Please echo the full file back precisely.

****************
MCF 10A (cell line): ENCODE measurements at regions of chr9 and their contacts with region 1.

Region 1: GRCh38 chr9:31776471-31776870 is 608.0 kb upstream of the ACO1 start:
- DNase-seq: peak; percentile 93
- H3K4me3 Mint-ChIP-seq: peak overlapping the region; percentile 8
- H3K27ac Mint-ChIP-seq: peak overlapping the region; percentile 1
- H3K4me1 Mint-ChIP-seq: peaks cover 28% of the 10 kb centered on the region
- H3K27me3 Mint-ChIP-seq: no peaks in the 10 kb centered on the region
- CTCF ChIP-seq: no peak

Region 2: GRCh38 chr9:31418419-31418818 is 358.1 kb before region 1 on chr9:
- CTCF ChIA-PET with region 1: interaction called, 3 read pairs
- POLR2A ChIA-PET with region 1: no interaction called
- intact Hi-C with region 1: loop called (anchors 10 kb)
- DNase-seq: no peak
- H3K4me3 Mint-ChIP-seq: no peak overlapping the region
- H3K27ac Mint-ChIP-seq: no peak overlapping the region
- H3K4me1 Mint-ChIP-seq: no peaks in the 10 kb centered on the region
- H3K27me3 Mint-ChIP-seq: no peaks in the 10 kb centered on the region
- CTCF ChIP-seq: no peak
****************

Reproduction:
MCF 10A (cell line): ENCODE measurements at regions of chr9 and their contacts with region 1.

Region 1: GRCh38 chr9:31776471-31776870 is 608.0 kb upstream of the ACO1 start:
- DNase-seq: peak; percentile 93
- H3K4me3 Mint-ChIP-seq: peak overlapping the region; percentile 8
- H3K27ac Mint-ChIP-seq: peak overlapping the region; percentile 1
- H3K4me1 Mint-ChIP-seq: peaks cover 28% of the 10 kb centered on the region
- H3K27me3 Mint-ChIP-seq: no peaks in the 10 kb centered on the region
- CTCF ChIP-seq: no peak

Region 2: GRCh38 chr9:31418419-31418818 is 358.1 kb before region 1 on chr9:
- CTCF ChIA-PET with region 1: interaction called, 3 read pairs
- POLR2A ChIA-PET with region 1: no interaction called
- intact Hi-C with region 1: loop called (anchors 10 kb)
- DNase-seq: no peak
- H3K4me3 Mint-ChIP-seq: no peak overlapping the region
- H3K27ac Mint-ChIP-seq: no peak overlapping the region
- H3K4me1 Mint-ChIP-seq: no peaks in the 10 kb centered on the region
- H3K27me3 Mint-ChIP-seq: no peaks in the 10 kb centered on the region
- CTCF ChIP-seq: no peak